7 Essential Life Skills are according to Mind In the Making by Ellen Galinsky
The following is a list activities that will create a welcoming, comfortable environment, as well as help foster the 7 essential life skills. These skills will help students reach their full potential and become lifelong learners.
Some of the activities are very simple and take just a few minutes at the start of class. They can be done as a “break” to refresh their minds.
Skill: Focus & Self Control
Activity: Do/Say the Opposite
Instructor will perform an action, like reaching to the sky and students will do the opposite action, like touch the ground. You can also do a modified version of this. Say a word and the students will say the opposite; up/down, left/right, black/white, etc.
Activity: Color & Words
Prepare flash cards using various colored paper with various color words written on the paper in a variety of colored markers. For instance, on yellow paper write red in purple. You can also use white paper and just have the color word in different ink. Hold the card up and ask the student to read what the word says, not the color it’s printed in/on. Or have the student tell you the color of the paper, or the color of the words. Either way, your students will have to exercise great control to tell you the correct answer.
Skill: Perspective Taking
Activity: Analyzing art
Using any form of art (paintings, iconic photographs, sculptures, etc) ask student to think about what the artist was thinking. Why would Andy Warhol paint soup cans? Did Picasso really see women’s faces that way? Instructor can use this as a verbal discussion or a short writing prompt.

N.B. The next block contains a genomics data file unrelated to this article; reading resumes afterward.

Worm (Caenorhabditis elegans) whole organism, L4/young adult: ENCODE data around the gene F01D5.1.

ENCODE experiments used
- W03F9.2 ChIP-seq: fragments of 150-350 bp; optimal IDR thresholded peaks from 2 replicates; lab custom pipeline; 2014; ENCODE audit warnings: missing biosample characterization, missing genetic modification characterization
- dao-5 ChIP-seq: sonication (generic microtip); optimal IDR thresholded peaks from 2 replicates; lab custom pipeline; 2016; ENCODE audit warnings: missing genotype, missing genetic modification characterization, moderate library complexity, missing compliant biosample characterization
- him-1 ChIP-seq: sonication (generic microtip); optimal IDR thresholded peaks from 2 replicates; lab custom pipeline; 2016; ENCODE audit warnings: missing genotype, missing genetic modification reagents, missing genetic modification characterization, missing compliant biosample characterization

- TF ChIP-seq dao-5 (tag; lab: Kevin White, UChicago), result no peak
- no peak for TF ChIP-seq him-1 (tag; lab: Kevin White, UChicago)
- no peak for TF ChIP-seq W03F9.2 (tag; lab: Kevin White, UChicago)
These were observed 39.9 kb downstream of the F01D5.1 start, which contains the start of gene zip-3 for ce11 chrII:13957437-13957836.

Activity: Express Yourself
This activity can be done in a variety of ways.
1) Read a descriptive passage from a book and ask students to draw what they visualize.
2) Listen to a song and ask student to draw what they think the song is about.
3) Read a passage from a book and ask students to draw a picture from a particular character’s perspective.
Activity: Daydreaming Chats
Give students a prompt for a verbal discussion. Don’t let them slide with one and two word answers! Here are some suggestions:
1) If I won one million dollars I would….
2) I can’t live without…..
3) If I were to travel anywhere it would be…..
4) If I had a genie in a lamp, I would wish for….
Choose a song and show students the lyrics, without telling them it is a song. Discuss the meaning. What is the writer trying to communicate? Is their theory the only meaning behind the lyrics of the song? Then, show the video, or play audio to the song from YouTube. Did their opinions change? How does the visual make us change our thoughts? Some popular choices are:
You can find others here.
Skill: Making Connections
Activity: Optical Illusions
Show various optical illusions and discuss what they see. There isn’t a right or wrong answer. It’s up to the student to make those connections with the image. You can find lots of optical illusions here.
Activity: Finish the story